By Maggie Lee
Leaders of cities like Paris, France; New York City and Durham, North Carolina have started to try and build public trust by involving residents in budgeting — and public votes on a part of public spending. An Atlanta City Council member says it’s time for Atlanta to try that.
But even practitioners of what’s called “participatory budgeting” have some warnings and say there are ways to do it wrong.
“This came in many ways from thinking about, ‘How do we build trust in City Hall, how do we do a better job engaging the public?” said Atlanta City Councilman Amir Farokhi, who’s been studying “PB” in various cities. He’s filed some legislation to get started with PB in Atlanta.
Farokhi’s legislation would eventually set aside up to 2% of the city’s budget — about $13 million — for the PB process. Though, beyond that, his proposal a bit of a placeholder for now, while he works on trying for Council support and figuring out with them what kind of nuts and bolts might make his proposal successful.
Every city does it a little differently, Farokhi said; and cities’ processes tend to evolve.
Durham is going through its first PB cycle — each of three city wards is getting about $800,000.
Steered by residents from each ward, Durham has collected ideas for ballots. Voting started May 1 and continues through the month. There, the city is taking on a lot of the work of outreach and has budgeted a reported $300,000 for administration.
Durham Mayor Pro Tempore Jillian Johnson said that from the beginning, equity has been a big part of the process. That means Durham staff might pop up at the bus stop or at the grocery store asking for ideas, yes. But they’re also focusing outreach on low-income neighborhoods where engagement is lowest, she said. And folks will be canvassing those neighborhoods with ballots to make sure those places are heard.
Durham ballots include things like lighting, sidewalk repairs, computers for schools, Wi-fi hotspot picnic tables, creek restoration and an LGBTQ youth center.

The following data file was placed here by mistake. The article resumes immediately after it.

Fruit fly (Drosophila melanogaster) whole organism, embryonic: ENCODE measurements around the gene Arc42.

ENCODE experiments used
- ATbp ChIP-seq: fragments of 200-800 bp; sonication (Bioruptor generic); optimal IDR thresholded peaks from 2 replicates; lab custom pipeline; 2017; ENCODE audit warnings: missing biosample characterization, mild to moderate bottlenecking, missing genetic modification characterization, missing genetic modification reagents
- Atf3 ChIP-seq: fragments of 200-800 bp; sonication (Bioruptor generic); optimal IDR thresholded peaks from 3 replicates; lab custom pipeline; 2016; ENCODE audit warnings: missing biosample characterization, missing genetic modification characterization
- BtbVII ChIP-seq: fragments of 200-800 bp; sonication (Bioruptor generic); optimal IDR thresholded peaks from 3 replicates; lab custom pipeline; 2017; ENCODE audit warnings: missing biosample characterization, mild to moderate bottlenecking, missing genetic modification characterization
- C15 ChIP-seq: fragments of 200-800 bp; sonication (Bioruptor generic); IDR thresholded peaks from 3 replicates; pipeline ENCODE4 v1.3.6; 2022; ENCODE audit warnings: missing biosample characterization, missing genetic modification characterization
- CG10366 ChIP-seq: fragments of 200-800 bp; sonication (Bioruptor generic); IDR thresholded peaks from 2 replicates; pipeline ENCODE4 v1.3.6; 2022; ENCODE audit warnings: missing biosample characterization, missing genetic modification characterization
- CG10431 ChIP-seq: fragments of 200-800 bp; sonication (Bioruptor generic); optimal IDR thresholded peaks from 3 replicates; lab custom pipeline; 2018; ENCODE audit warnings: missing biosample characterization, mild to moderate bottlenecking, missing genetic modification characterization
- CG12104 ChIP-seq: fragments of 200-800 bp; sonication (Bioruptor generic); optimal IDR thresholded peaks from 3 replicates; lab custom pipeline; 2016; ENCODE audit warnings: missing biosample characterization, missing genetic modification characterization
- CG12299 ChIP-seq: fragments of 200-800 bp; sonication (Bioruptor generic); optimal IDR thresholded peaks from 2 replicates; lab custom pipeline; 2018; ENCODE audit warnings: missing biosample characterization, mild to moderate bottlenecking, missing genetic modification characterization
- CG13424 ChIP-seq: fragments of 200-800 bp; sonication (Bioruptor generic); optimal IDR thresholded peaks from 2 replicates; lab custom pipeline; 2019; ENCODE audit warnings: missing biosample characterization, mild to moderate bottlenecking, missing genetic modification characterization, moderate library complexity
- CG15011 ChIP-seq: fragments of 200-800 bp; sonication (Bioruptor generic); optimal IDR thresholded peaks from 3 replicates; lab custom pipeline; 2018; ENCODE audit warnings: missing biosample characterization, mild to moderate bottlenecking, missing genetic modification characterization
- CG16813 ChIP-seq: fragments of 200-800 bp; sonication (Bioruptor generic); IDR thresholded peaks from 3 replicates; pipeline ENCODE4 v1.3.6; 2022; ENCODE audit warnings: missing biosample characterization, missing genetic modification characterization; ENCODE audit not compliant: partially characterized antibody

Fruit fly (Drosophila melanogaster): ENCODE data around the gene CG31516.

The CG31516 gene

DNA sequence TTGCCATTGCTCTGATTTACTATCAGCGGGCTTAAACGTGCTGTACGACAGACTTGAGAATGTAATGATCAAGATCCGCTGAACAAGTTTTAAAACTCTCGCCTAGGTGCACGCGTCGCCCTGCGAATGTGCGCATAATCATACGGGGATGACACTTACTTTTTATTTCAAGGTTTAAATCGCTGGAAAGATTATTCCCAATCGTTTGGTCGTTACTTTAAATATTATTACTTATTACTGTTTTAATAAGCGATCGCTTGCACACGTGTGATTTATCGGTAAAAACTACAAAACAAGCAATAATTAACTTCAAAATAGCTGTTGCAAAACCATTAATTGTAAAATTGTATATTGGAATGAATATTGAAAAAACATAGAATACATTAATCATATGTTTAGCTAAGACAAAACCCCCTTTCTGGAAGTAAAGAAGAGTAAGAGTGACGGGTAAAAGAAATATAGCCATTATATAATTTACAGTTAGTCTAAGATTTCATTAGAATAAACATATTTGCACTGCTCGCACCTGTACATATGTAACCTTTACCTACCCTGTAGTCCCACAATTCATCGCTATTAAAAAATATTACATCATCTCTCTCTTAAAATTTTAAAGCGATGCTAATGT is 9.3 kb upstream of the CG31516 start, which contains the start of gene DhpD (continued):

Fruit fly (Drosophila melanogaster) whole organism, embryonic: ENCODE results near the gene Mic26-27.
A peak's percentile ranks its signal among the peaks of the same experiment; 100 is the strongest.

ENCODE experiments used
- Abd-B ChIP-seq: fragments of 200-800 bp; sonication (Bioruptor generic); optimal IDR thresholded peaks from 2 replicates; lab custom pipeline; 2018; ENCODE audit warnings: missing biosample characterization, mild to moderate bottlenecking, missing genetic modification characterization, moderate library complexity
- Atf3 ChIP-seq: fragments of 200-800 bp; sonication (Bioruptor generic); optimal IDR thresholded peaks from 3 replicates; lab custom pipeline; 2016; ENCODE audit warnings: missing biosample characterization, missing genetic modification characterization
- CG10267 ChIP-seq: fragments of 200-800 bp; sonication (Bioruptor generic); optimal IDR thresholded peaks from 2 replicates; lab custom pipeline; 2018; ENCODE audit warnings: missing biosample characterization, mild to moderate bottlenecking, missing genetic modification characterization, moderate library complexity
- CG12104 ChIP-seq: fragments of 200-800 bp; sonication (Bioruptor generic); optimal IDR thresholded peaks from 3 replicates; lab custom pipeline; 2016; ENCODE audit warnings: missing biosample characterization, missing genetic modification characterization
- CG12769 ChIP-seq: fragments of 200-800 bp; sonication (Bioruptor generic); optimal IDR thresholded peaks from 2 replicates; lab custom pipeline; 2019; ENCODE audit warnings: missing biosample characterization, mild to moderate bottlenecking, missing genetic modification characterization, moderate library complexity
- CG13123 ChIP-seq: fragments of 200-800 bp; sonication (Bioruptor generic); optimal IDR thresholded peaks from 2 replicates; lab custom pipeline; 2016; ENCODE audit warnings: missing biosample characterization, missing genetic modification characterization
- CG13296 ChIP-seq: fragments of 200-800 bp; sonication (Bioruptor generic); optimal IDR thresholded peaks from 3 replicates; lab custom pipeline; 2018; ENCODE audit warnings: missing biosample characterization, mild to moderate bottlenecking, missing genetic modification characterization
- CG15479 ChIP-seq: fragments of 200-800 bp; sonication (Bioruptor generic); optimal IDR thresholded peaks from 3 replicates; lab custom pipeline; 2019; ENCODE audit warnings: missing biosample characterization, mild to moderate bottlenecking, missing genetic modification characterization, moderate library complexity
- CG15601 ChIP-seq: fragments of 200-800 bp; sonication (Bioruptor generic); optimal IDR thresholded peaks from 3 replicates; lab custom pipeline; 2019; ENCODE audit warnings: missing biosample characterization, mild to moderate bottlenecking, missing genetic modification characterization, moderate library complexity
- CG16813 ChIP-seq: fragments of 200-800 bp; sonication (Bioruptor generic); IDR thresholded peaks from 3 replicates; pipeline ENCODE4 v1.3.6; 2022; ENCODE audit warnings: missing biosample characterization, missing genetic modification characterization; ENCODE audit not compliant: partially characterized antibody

Johnson said she’s heard the critique that the process doesn’t seem to add value; some people don’t see a need for it.
Johnson’s counterpoint overall: “We’ve always done things the same way and that’s why we don’t have as much participation as we would like and as much participation as we really need to govern democratically,” Johnson said, speaking at Atlanta City Council on Tuesday during a PB work session. Therefore, it’s time to try something else.
Carlos Menchaca has chosen to use PB to disperse $5 million in discretionary spending that he controls in the parts of Brooklyn that he represents on New York’s City Council.
“When PB as an idea came, we really wanted to focus on public housing residents, immigrants, young people, people that don’t connect to government,” Menchaca said, also at Atlanta City Hall.
But it’s built trust in government, he said. And interest too. He said the last PB vote attracted some 11,000 voters — more than the number of people who voted to put him in office a few years before.
“This takes a lot of work,” Menchaca said.
In New York, it’s on Menchaca and his staff to deliver.
He said someone’s got to set up meetings, solicit ideas, canvas the public, do outreach. Someone’s got to weed out the “chocolate fountain and rocket” ideas that the city can’t do.
In Durham, city staff have to help work public ideas into things that the city can practically and legally do.
“We don’t want anything showing up on a PB ballot that we can’t actually do, because then instead building trust with the community and building those relationships, you are … breaking trust,” Johnson said.
As for Atlanta, Farokhi said he’s requested from the administration $600,000 for a pilot PB project in two Atlanta City Council districts. That would come to $250,000 per district plus $100,000 for administration. Right now, that looks like it would be his District 2 around from Downtown to Candler Park and maybe District 11 in southwest Atlanta both inside and outside the Perimeter. But nothing’s set in stone for the moment.
Councilman Howard Shook of Buckhead ruminated on the idea toward the end of the meeting. He said the idea seems to do something that Council needs to do: bring in the public.
“It’s tempting to think we know what our constituents want,” Shook said. “But we can’t lose the capacity to surprise ourselves by really tapping into people who are maybe resistant to having this conversation with us.”